• TAKEF ("Take F") could also mean "receive the letter F", maybe in the context of a word-formation game show or a board game. For example, "Potential 4 points in Scrabble?" might work.

Maybe if you want to indicate that these clues are similar, you could suffix each one with a reference to the other one, or perhaps that is too misleading.

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  • $\begingroup$ I like your first one for DRAWI and your first for TAKEF (though I think the TAKEF one is a bit too cryptic for what I'm working on). I appreciate it! $\endgroup$ – Laef Dec 23 '16 at 16:20
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Like your previous question, both of these are misread answers from gimmick crosswords.

DRAWI is from the New York Times crossword, March 4 2009. I can't see the actual crossword since I don't have a subscription, but from this link, we can see the puzzle's gimmick. Several squares could be filled with "in" or "out", and these squares would be doubly clued. For instance, DRAW[IN/OUT] was clued as "Attract / Protract".

TAKEF is also from the NYT crossword, this time from August 17, 2003. This puzzle's gimmick was that answers having numbers were entered so that the number fit in one box. For instance, "zero feet" was entered as [ZERO]FEET.


In both cases, the parser was incorrectly reading only the first letter of each rebus square. I suggest attempting to fill the grid yourself, downloading an alternate dictionary for your crossword filler, or using software such as QXW that will let you choose words to eliminate nonsense answers such as these.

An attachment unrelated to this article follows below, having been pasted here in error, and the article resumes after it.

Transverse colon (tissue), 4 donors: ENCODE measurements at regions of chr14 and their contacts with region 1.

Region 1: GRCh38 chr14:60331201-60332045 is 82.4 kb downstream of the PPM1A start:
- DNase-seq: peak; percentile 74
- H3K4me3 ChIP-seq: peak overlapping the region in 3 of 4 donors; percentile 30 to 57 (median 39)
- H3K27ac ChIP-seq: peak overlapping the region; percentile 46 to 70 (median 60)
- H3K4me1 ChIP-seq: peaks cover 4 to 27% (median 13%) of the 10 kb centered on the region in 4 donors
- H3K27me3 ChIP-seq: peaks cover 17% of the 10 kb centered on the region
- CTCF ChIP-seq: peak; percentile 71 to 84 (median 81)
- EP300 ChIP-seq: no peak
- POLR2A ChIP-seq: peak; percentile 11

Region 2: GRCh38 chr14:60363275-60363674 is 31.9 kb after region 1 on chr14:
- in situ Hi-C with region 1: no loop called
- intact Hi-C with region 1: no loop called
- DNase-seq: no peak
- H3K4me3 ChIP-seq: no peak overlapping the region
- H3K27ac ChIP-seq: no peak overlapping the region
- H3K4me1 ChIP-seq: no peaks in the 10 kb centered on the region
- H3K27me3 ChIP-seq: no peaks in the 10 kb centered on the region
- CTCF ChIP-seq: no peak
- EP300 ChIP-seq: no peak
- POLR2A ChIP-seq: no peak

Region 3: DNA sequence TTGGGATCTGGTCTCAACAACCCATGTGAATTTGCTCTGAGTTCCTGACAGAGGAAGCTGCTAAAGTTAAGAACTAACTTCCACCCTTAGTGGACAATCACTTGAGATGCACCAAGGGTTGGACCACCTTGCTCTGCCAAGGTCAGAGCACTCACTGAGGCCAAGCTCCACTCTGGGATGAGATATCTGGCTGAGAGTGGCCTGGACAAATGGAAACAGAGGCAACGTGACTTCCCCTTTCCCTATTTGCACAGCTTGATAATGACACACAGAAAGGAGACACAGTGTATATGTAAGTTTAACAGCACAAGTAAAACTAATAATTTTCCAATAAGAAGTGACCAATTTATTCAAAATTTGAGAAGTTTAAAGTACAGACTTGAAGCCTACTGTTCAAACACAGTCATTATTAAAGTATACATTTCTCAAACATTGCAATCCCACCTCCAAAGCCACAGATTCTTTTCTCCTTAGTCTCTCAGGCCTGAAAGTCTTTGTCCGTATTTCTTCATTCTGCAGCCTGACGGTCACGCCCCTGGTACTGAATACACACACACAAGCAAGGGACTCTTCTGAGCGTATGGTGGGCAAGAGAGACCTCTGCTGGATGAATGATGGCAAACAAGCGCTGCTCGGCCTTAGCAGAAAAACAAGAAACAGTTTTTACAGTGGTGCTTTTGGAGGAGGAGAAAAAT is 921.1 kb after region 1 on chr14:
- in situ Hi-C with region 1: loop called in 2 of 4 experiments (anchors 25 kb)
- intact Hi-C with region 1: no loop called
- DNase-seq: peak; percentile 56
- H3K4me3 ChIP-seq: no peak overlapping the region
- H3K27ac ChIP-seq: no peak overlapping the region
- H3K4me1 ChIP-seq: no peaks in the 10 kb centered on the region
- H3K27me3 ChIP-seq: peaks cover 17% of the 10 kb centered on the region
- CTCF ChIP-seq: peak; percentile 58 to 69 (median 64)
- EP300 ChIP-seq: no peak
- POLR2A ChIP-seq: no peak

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  • $\begingroup$ Actually, I am using QXW, but I've fed it an alternate dictionary using words including those from NYT (otherwise, it uses the Unix dictionary, and that's just dull). I fill out a bit of the puzzle along a theme, then use the dictionary for the rest. $\endgroup$ – Laef Dec 23 '16 at 4:33
  • $\begingroup$ @laef: Then I recommend filling manually, rather than automatically. Or at least removing all words that haven't been used more than, say, twice. $\endgroup$ – Deusovi Dec 23 '16 at 4:34
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Since the answers aren't single words or common phrases they aren't standard crossword answers but here are some cryptic clues. I gave them both question marks to indicate something might require a little looseness of interpretation.

DRAW|I

Princess eats uncooked idea for self portrait?

TAKE|F

Accept a bad result on the sixth attempt?